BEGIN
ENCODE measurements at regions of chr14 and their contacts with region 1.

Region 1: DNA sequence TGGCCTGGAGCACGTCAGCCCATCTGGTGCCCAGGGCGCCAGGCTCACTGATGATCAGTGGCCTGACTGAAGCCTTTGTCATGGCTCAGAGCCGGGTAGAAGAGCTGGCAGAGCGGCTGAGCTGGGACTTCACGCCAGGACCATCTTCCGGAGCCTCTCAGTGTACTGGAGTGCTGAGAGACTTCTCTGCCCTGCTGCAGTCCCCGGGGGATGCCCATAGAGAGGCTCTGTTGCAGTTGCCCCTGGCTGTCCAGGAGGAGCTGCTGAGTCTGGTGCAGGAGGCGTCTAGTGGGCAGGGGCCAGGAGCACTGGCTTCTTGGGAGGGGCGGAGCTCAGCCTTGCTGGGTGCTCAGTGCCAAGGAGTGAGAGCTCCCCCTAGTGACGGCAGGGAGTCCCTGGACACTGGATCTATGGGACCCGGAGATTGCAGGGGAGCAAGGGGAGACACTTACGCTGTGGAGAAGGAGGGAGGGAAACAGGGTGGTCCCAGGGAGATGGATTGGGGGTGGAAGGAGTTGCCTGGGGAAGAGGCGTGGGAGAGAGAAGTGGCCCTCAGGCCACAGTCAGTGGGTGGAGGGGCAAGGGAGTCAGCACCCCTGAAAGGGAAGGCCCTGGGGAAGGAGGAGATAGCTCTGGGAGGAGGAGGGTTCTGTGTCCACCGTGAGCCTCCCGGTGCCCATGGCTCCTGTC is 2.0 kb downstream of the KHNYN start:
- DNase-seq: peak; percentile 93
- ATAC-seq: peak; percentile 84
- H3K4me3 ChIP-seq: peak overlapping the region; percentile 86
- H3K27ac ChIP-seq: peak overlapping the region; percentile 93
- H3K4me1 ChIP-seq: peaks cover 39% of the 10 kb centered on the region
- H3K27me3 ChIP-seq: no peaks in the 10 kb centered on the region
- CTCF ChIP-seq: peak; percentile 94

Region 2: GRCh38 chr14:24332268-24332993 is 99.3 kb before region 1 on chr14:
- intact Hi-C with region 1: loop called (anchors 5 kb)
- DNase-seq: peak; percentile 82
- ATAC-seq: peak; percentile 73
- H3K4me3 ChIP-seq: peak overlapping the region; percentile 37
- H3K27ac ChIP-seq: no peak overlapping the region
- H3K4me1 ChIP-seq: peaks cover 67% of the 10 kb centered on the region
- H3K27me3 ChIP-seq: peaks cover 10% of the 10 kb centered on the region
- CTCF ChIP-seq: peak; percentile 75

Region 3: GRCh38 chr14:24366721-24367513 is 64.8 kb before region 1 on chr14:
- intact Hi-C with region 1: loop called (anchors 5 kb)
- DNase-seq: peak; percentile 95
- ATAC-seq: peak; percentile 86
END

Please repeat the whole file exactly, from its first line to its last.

ENCODE measurements at regions of chr14 and their contacts with region 1.

Region 1: DNA sequence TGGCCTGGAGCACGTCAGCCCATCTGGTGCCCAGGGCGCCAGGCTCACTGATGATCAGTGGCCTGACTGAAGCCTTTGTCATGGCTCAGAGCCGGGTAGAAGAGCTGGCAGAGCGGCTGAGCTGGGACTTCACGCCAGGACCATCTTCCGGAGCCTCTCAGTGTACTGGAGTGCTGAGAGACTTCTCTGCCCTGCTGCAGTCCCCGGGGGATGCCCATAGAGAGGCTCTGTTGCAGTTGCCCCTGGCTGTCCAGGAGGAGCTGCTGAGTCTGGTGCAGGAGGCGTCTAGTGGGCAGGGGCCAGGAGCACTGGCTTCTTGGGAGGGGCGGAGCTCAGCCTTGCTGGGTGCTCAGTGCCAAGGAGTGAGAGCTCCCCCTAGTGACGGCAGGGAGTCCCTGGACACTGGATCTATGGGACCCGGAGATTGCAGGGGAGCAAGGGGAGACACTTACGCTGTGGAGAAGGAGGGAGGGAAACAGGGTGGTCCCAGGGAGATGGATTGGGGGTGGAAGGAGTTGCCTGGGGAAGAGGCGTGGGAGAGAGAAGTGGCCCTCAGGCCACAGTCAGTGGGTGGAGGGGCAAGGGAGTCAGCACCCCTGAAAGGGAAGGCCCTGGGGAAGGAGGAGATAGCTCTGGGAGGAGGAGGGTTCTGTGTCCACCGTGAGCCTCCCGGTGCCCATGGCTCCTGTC is 2.0 kb downstream of the KHNYN start:
- DNase-seq: peak; percentile 93
- ATAC-seq: peak; percentile 84
- H3K4me3 ChIP-seq: peak overlapping the region; percentile 86
- H3K27ac ChIP-seq: peak overlapping the region; percentile 93
- H3K4me1 ChIP-seq: peaks cover 39% of the 10 kb centered on the region
- H3K27me3 ChIP-seq: no peaks in the 10 kb centered on the region
- CTCF ChIP-seq: peak; percentile 94

Region 2: GRCh38 chr14:24332268-24332993 is 99.3 kb before region 1 on chr14:
- intact Hi-C with region 1: loop called (anchors 5 kb)
- DNase-seq: peak; percentile 82
- ATAC-seq: peak; percentile 73
- H3K4me3 ChIP-seq: peak overlapping the region; percentile 37
- H3K27ac ChIP-seq: no peak overlapping the region
- H3K4me1 ChIP-seq: peaks cover 67% of the 10 kb centered on the region
- H3K27me3 ChIP-seq: peaks cover 10% of the 10 kb centered on the region
- CTCF ChIP-seq: peak; percentile 75

Region 3: GRCh38 chr14:24366721-24367513 is 64.8 kb before region 1 on chr14:
- intact Hi-C with region 1: loop called (anchors 5 kb)
- DNase-seq: peak; percentile 95
- ATAC-seq: peak; percentile 86